What are Virtualised Network Functions?
There’s a lot of buzz around NFV (Network Function Virtualisation) and there are a number of terms that seem to overlap: network softwarization, network function virtualisation, virtual or virtualised network function and service chaining. Add software decoupling and network function disaggregation and we have a slew of acronyms and terms.
Software is eating the world.
This 2011 quote is attributed to Marc Andressen (developer of the Netscape browser and founder of Andressen-Horowitz venture capitalists), and neatly summarises the well-established trend “softwarization” of products and services. Over recent years we’ve seen this process increasing in networks — here we’ll briefly introduce the terms and describe how we’re using Software Defined Networking.
Within networks there is an hierarchy of terms.
Network Softwarization and Software Defined Networking (SDN)
The terms are broadly synonymous and SDN now more commonly used to describe the concept that the network can be programmable leading to agility, cost reduction, security and efficiency.
Network Function Virtualisation (NFV)
More recently network function virtualisation broadly describes the separation of the hardware from the software needed to run network functions, services and protocols.
This disaggregation means that commercial off the shelf (COTS) x86 hardware (or x86 virtual machines) can be deployed and integrated horizontally to replace the vertical stack vendor solutions — freeing customers from vertically integrated products where aspects of the network stack may need to be sacrificed in order to use a particular vendor’s product.
The benefits of NFV include:
- better scaleability and agility
- reducing power consumption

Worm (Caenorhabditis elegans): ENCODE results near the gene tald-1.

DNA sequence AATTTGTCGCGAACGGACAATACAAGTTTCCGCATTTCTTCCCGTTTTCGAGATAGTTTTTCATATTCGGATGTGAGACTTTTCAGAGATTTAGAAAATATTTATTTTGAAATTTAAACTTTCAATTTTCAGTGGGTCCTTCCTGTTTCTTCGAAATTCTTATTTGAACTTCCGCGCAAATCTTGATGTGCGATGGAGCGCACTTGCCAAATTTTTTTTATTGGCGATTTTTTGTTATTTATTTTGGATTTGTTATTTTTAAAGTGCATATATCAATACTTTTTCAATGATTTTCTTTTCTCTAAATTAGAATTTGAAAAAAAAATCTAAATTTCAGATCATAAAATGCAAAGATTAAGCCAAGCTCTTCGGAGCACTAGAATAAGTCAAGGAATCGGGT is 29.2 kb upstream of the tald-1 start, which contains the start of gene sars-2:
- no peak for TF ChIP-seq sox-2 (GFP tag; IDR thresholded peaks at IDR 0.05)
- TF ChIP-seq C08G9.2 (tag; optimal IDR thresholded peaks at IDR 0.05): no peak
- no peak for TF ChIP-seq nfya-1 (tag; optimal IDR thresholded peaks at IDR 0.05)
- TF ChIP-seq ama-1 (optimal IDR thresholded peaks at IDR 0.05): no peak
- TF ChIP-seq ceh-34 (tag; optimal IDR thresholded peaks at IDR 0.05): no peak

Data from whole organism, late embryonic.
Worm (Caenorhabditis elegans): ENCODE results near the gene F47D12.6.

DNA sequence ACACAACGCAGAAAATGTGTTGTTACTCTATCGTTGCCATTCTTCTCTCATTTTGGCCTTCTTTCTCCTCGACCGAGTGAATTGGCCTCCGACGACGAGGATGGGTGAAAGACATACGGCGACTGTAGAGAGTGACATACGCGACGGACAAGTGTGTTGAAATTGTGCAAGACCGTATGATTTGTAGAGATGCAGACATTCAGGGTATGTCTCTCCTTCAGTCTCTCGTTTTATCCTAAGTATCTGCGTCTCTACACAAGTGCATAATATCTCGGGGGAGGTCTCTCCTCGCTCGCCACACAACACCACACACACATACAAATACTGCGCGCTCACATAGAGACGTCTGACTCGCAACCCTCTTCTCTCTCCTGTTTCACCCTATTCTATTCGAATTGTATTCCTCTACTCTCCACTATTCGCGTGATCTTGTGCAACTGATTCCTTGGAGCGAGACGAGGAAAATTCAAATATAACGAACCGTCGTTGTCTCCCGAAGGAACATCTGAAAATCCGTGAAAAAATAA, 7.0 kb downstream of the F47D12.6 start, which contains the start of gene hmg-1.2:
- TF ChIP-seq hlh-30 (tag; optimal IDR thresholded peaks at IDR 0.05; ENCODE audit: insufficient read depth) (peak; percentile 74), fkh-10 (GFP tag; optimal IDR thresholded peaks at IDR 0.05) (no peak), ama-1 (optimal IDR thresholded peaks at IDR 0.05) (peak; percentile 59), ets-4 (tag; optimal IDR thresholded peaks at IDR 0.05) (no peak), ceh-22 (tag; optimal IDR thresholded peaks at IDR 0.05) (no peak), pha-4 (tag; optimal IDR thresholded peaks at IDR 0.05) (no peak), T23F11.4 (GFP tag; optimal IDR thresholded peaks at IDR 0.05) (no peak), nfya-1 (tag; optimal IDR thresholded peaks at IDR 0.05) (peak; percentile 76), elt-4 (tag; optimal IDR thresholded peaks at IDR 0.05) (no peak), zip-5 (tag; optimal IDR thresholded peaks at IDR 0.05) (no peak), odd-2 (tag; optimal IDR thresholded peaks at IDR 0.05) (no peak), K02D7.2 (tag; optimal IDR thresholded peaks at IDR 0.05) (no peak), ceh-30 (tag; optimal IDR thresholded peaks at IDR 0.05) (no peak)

- increasing security
- reducing physical rack space
- reducing opex
- reducing capex
Virtual Network Functions (VNFs)
VNFs are defined as virtual services running on COTS hardware which previously ran on proprietary, dedicated hardware. Common VNFs include virtualized routers, firewalls, WAN optimization, and NAT services. Most VNFs are run in virtual machines.
VNFs can help increase network scalability and agility, while also enabling better use of network infrastructure resources. Other benefits include reducing power consumption and increasing security and available physical space, since VNFs replace physical hardware. This also results in reduced operational and capital expenditures.
VNFs are often linked together in “service chains”. Service chaining means that end-to-end data streams of data pass through a series of functions, for example passing through a firewall, encryption and software-defined WAN. We compose multiple network functions in our wholesale broadband services: virtual L2TP routers talk to virtual LNSs which authenticate against virtual RADIUS services before passing traffic through virtual CGNAT and/or NAT64 routers.
Software Defined WAN (SD-WAN)
Software Defined Wide Area Network (SD-WAN) is a specific application of SDN. Commonly an SD-WAN product is combined with commodity Internet access, and is used as an alternative to single-provider MPLS connectivity to link enterprise branch offices to their headquarters. With SD-WAN there is more flexibility to choose different technologies for spoke sites, and different types of traffic can have policies applied to route them down an appropriate link: low latency interactive traffic may take a more expensive link than high bandwidth bulk data, and voice/video calls might be sent redundantly over multiple links to ensure completely seamless failover.
SD-WAN routers can often be deployed as VNFs. For example, we host SD-WAN hubs for ISPs to the TV/broadcast/film production market.